These are those very special, intimate and mysterious moment of every parent. At the same time it is also one of those realities which constitute the delicate archetypal substance of any true religion. In the Near Eastern bronze age pre-biblical myths and legends fathers counted lunar months of pregnancy, five and five, first five (most likely to the quickening) and second five to birth (KTU 1.17.ii.43-46; KTU 1.23.57) They also deeply revered goddesses of childbearing called Kotharot. This is their three thousand year old hymn:
    I will sing of the goddesses, the Kotharoth
    Daughters of Ellil, the Bright Ones
    Daughters of Ellil, the lord of Crescent,
    they descend to the nut-groves,
    and among the olive-gardens.
    Lo, in my mouth is their number,
    on my lips is their count:
    Wedding-Gift  and Dowry,
    Flame-of-Love and Womb-Opener,
    First-Cry and Perpetually-Fruitful,
    finally, Benefactress - the youngest of the Kotharoth.
        (KTU 1.24.40-50)
Kotharot epithetic (characterizing) names are not unlike similar names of two famous and similarly respected Jewish midwives from  Exodus 1.
This Sunday is the last one in Advent. The evangelist Luke will introduce and highlight this intimate, mysterious life fostering Motherly Religion into the formative moment of our Christian faith. Come to celebrate life with Elizabeth and Mary and hear their “Pregnancy Gospel of Luke”.

(By the way, among the evangelists, Luke is the cultivated Hellenistic person, he has a keen eye for medical observation and detail, and also he has the least patriarchal worldview - his female characters are numerous and developed with insight and understanding.)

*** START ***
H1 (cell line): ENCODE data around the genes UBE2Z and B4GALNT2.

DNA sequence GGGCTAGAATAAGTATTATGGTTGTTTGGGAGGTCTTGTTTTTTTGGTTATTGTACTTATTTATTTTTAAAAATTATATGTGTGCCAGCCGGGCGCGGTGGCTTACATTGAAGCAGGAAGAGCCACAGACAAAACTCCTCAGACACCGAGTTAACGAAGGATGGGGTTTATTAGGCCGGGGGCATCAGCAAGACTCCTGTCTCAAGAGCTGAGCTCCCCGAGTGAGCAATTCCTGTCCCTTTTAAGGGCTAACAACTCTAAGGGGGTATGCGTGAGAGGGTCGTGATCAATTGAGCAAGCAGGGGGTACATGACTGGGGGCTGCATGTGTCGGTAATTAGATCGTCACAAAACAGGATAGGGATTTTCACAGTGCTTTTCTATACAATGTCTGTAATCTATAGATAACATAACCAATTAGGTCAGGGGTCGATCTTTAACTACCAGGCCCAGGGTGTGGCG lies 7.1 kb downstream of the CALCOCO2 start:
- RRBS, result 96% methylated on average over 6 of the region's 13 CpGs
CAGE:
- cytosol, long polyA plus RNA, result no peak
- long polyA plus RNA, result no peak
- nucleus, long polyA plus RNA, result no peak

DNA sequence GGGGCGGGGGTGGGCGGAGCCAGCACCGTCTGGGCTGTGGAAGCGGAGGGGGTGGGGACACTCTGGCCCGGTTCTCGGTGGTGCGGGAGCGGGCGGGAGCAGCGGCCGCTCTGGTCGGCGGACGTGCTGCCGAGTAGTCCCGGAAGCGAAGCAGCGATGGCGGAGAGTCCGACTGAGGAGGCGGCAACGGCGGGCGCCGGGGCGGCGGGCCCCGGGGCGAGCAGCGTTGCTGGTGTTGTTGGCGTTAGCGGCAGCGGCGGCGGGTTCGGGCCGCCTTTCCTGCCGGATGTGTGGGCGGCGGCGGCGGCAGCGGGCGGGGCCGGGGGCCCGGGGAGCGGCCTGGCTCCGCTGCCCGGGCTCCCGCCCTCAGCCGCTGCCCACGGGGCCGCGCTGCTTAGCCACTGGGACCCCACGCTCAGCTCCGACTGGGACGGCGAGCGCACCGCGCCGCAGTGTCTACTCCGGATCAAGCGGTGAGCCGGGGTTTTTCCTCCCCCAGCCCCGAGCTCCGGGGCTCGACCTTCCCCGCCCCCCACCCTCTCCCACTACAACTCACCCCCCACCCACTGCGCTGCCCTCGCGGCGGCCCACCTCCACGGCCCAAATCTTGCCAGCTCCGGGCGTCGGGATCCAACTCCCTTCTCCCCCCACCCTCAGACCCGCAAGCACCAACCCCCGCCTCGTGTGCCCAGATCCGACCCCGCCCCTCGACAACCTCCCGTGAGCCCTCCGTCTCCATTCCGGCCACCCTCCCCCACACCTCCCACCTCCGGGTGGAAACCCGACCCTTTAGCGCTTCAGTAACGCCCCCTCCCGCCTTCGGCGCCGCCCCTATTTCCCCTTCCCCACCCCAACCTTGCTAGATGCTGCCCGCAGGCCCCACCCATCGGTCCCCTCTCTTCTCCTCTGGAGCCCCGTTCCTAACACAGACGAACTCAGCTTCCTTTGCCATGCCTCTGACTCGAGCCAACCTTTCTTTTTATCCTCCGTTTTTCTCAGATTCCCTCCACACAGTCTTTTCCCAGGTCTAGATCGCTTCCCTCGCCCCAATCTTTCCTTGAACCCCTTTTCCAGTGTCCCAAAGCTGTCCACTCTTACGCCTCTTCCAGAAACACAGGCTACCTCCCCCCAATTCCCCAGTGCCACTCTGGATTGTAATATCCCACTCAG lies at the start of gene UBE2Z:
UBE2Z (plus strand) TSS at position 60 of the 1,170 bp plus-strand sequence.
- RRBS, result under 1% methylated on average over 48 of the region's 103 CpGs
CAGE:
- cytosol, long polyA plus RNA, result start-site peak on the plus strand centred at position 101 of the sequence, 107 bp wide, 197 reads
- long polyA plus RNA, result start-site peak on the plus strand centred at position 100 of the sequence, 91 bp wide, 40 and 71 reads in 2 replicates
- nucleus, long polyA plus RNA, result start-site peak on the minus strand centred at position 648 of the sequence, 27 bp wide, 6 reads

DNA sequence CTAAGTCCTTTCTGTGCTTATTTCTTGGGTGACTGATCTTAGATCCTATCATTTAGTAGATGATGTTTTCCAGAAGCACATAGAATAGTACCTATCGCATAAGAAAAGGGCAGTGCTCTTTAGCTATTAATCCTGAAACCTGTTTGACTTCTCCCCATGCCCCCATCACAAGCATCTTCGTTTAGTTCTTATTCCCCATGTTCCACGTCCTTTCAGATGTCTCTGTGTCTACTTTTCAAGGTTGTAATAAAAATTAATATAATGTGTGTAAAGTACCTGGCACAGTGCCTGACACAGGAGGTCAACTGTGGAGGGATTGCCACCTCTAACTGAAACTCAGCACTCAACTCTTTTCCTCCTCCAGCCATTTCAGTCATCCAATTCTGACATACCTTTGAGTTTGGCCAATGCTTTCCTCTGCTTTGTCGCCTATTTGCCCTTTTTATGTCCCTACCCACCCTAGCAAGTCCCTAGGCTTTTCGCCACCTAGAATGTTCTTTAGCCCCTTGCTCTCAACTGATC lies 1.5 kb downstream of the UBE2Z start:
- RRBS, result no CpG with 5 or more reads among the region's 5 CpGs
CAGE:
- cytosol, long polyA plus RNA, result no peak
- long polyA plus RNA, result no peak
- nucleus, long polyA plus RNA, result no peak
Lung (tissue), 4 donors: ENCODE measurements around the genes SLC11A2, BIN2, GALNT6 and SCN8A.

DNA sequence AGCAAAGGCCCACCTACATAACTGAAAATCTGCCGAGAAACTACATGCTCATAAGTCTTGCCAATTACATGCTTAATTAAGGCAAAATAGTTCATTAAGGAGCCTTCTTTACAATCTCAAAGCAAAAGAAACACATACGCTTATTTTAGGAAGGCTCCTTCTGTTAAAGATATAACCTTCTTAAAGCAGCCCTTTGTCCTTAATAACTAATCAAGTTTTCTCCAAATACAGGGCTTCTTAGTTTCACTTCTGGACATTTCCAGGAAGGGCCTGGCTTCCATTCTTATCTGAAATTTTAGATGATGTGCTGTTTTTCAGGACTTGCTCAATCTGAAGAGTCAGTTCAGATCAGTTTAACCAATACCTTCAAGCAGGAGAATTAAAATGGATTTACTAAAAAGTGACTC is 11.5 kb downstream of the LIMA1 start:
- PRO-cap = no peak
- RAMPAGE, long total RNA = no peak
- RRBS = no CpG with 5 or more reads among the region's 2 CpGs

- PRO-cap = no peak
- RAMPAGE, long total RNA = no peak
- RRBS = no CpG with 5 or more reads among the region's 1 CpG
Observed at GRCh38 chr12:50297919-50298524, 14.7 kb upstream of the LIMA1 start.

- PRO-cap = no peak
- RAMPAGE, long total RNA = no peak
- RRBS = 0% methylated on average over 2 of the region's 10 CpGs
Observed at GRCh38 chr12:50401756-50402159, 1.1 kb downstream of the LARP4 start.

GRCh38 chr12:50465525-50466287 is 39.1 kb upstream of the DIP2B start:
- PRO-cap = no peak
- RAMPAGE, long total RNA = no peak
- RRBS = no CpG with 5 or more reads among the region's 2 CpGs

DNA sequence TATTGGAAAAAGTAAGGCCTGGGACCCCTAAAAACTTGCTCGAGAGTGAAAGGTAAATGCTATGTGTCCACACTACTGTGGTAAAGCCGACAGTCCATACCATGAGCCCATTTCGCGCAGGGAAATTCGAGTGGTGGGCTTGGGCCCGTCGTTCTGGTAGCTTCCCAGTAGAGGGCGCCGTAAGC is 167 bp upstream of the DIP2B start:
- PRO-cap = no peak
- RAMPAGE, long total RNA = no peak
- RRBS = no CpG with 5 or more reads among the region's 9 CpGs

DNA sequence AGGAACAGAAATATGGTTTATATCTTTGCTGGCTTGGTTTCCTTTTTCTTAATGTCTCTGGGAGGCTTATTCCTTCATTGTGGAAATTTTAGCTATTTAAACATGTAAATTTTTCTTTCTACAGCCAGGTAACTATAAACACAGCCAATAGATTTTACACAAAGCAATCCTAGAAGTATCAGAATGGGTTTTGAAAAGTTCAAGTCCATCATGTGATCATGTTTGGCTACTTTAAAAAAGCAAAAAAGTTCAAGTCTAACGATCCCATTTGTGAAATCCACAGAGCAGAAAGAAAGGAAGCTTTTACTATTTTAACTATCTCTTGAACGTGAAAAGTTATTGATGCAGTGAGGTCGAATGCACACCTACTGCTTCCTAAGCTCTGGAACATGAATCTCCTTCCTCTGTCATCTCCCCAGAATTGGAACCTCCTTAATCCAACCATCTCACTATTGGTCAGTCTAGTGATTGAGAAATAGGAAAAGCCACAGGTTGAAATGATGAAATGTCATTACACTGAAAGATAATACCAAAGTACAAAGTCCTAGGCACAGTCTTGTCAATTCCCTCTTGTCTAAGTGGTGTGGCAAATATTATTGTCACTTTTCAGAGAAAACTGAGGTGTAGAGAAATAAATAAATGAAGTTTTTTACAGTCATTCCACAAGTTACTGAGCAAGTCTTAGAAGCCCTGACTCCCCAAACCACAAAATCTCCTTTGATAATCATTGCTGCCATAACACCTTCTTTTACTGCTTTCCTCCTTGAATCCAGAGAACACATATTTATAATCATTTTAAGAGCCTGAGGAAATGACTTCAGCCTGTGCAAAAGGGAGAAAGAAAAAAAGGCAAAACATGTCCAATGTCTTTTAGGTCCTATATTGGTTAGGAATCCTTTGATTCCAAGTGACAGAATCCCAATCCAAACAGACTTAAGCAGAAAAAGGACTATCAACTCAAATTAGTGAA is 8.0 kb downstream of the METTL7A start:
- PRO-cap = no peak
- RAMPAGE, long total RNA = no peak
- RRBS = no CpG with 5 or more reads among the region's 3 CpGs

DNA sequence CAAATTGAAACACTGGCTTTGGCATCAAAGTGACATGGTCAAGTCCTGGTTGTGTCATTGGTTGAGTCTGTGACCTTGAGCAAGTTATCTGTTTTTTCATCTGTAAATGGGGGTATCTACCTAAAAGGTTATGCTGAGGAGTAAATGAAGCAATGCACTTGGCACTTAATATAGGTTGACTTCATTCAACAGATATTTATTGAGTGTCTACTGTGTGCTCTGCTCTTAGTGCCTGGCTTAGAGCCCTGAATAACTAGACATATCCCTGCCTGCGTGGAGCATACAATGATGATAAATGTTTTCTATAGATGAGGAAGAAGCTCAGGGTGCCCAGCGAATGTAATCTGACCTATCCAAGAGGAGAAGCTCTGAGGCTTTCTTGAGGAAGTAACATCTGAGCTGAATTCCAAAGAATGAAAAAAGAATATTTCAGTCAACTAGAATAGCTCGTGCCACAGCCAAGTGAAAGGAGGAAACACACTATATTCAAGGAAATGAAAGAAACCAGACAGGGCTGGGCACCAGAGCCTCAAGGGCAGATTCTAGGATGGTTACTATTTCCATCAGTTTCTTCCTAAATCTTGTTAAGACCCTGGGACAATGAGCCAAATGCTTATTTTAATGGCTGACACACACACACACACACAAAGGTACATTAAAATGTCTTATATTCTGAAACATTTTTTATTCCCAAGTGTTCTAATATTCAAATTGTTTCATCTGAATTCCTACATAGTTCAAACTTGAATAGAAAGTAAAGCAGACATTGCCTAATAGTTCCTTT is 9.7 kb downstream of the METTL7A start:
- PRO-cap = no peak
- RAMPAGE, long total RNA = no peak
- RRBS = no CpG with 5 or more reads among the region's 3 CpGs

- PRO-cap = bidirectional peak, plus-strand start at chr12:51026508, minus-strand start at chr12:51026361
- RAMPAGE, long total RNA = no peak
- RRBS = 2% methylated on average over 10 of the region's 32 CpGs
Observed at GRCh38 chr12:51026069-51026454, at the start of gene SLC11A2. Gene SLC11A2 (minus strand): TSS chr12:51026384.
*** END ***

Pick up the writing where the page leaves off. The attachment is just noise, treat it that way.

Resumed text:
Terracotta figurines of pregnant and nursing women (goddesses?) from Iron Age Palestine. 


Advent under attack

The Communist regime under which I grew up in Central Europe, had a very interesting effect on the celebration of Christian holidays. In a paradoxical manner it preserved their more traditional, pristine character. The regime was proudly atheistic so there was no public commercially tainted December-long bombardment with Christmas sentiments. Proper Christian Christmas hymns and carols were not used and commercially abused to their very limits by every supermarket or mall. Thus in churches and Christian homes we could keep true Christian traditions, observing the season of Advent without Christmas decorations. Those would come in on Christmas Eve. The Christmas Eve pageant was prepared for Christmas Eve afternoon. First Christmas carols and hymns were sung at the Christmas Eve service. It kept the Christmas spirit for Christmas and we could observe true Advent, sing meaningful Advent hymns and concentrate on Advent themes. Traditionally Advent is a season of preparation, fasting and spiritual exploration, asking what truly matters in our life and in the world, how can we prepare for the prince of peace, what are the rules governing his kingdom.
Respecting this Advent Season our church musicians have prepared for us very special music for this Sunday afternoon’s concert, The Magnificat in D major by Johann Sebastian Bach. It is exuberant music, short and succinct, brimming with anticipation and joy, and also loaded with Advent meaning.

Here is the text of Mary’s hymn in modern translation. Just think about it in the context of our pre-Christmas commercial madness. It is full of anticipation and simple joy, but you cannot miss the strong social justice themes.